This year’s derby day was different from recent ones I’ve experienced. Of course there was lots of hype about it, with United desperately wanting to extend their lead, and with City taking four points from derby matches last season, but on entering the ground, all I could think about was the points, rather than the opposition. Who we were playing seemed insignificant in comparison to how important picking up a win was.

The game couldn’t have started any better than with Rooney opening the scoring with just a few minutes on the clock. It was a beautiful ball from Ronaldo, which Rooney would have had to work hard at to miss. He slotted it away, taking him to one goal away from highest league scorer. Saha doubled the lead just before half time with a good ball in from Heinze, who was replacing the injured Patrice Evra. With less than twenty minutes to go, City’s Trabelsi scored a wonderful goal which Van der Sar had no chance to save. City continued to put on the pressure, and the crowd started to get a bit anxious. Without creating any clear cut chances, City continued to go forward, but they didn’t have the class they needed to draw level.

Ronaldo, who has been incredible this season, and who has faced a lot of stick all season, removed any hopes City fans might have had of an equaliser, scoring our third six minutes from time . His criticism rose to a new high again in this past week, with it coming from all directions. As per usual, he shrugged this off, put in a great performance, despite being fouled left, right and centre. Joey Barton set the tone for this, clattering in to him and making no attempt for the ball just seconds after kick off. Rooney returned the favour to the player who created his goal, crossing for Ronaldo to fire home.

Our midfield has to be praised. Scholes and Carrick were very impressive and controlled the game from the centre. Carrick seems to be toughening up, and was getting his foot stuck in and he was pulling it off. He was also playing in some great balls. Scholes, who is always the unsung hero, and who has been superb this season, was spraying the ball all over the field, always straight to feet. With players like Ronaldo and Rooney who can kill the ball with their first touch, this skill of Paul’s is hugely valuable.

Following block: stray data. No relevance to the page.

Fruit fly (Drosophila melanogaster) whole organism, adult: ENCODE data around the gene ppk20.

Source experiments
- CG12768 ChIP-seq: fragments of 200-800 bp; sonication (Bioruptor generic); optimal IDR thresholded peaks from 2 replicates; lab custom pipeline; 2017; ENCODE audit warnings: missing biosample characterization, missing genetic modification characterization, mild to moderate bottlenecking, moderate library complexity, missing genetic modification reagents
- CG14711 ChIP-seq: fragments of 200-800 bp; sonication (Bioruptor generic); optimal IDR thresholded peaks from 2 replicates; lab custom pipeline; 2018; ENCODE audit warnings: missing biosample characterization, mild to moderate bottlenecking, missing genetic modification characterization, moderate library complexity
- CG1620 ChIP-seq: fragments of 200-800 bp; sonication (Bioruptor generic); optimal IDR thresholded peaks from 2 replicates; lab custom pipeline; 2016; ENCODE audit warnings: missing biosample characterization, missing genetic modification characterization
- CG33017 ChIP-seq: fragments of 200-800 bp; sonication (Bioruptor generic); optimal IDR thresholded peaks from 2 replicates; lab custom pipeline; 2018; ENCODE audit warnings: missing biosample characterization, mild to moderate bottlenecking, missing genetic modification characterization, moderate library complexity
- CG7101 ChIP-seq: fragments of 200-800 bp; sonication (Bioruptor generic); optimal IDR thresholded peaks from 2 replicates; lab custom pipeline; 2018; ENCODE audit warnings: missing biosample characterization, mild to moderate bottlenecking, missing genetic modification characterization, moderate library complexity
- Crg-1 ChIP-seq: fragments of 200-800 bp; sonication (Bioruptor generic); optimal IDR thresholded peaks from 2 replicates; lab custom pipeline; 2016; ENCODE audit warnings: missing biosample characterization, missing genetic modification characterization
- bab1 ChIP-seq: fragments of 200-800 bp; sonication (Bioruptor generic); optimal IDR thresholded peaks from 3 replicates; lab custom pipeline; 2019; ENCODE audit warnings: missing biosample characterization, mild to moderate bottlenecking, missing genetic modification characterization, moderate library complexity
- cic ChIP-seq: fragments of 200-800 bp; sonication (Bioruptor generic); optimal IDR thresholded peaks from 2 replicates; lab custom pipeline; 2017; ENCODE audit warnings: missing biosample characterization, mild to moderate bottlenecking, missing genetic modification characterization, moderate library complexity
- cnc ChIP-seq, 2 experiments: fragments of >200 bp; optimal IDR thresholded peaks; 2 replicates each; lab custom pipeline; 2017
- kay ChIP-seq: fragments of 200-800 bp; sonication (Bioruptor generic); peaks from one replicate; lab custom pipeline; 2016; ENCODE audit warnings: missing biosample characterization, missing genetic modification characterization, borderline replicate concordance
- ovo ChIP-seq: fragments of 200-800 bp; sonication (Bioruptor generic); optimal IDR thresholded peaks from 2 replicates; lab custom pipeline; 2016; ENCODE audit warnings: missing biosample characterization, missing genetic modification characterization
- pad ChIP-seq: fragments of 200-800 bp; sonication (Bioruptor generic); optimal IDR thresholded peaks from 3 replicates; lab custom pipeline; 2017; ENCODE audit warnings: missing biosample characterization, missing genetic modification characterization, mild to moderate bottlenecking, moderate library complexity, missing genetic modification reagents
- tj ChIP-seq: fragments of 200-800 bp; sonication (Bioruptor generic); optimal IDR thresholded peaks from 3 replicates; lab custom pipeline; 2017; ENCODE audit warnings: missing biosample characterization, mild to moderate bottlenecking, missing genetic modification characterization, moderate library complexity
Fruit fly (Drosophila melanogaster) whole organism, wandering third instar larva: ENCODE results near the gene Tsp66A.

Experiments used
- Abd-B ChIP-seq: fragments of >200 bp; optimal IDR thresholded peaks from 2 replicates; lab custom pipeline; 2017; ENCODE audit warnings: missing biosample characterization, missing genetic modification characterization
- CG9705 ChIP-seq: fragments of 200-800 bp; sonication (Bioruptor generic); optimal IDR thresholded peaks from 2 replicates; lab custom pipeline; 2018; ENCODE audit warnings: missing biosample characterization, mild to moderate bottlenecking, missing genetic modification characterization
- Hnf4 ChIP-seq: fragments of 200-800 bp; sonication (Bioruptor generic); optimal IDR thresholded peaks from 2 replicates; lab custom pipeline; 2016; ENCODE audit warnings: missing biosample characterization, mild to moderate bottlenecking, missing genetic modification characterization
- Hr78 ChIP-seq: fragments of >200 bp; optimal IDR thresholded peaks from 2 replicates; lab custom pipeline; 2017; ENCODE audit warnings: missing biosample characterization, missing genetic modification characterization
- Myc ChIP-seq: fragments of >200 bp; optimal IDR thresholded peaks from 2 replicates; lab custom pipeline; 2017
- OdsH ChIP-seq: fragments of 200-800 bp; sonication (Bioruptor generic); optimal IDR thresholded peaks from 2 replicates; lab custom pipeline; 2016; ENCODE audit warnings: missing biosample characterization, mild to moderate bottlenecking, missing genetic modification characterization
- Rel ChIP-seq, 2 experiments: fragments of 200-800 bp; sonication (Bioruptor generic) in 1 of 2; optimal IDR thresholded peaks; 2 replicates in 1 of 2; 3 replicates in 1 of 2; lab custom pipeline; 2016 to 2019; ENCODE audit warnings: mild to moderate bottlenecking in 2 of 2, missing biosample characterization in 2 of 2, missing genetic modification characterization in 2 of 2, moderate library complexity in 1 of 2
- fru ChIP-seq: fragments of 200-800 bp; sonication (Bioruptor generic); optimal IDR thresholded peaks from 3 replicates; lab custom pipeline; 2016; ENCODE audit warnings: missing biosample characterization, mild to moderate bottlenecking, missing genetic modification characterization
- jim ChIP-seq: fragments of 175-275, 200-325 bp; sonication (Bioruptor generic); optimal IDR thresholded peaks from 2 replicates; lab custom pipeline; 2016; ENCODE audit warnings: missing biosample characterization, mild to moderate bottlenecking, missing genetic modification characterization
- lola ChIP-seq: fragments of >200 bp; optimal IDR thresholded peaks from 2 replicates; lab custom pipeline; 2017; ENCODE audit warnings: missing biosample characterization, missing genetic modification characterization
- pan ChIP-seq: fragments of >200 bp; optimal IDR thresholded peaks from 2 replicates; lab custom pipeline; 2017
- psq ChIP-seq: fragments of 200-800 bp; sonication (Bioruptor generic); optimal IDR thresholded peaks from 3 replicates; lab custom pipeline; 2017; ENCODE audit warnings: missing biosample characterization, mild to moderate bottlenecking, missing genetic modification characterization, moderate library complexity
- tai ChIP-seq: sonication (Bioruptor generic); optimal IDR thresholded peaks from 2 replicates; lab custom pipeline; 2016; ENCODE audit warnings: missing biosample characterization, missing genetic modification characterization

This great form from United has set off alarm bells rining in Chelsea. Following the (lame) goal celebrations United players have directed at Chelsea over recent weeks, United fans are also sending out a message. For the last ten minutes of the game, United fans sung songs of warning to Chelsea. “Mourinho are you listening? You better keep the trophy glistening! We’ll be back in May, to take it away, walking in a Fergie wonderland.”

Well, it seems Mourinho was listening. Today his side faced a weakened Arsenal team at home. Their inspirational captain, Henry, has been ruled out until January, as well as Gallas, Rosicky and Lauren all being injured. Arsenal defender Toure missed the game through suspension. This forced Arsenal to play their youngest ever back four of Eboue, Djourou, Senderos and Clichy, who had never played together before. Jose Mourinho seems determined to make his formation with all four central midfielders playing at once work. It doesn’t. Every time wingers come off the bench, the Chelsea team is transformed in to an attacking side far superior to the team that starts the game. The game finished 1-1, leaving Chelsea eight points behind us, now with just one game in hand. A severely depleated Newcastle side, currently with eleven players out injured, travel down to the Bridge in three days time. Arsenal picking up a point wasn’t totally unimaginable, however unlikely it was, but we’d be dreaming to expect Newcastle to get anything. However, Chelsea have five games to play in the space of thirteen days.

As I keep saying, there’s a long way to go, and I don’t think any United fan could count their chickens right now. At the moment though, our team is doing all they can to stay at the top, whilst Chelsea have recently lost their grip. Spirits are high within the club, amongst the players and the fans, and there really is a sense of hope circulating. As we left the ground on Saturday afternoon, walking in to the Manchester rain, chants of excitement were repeated. “We’re gonna win the league, we’re gonna win the league, and now you’re gonna believe us, and now you’re gonna believe us, and now you’re gonna believe us, we’re gonna win the league…” The belief we took for granted for so long is now returning, and it feels great.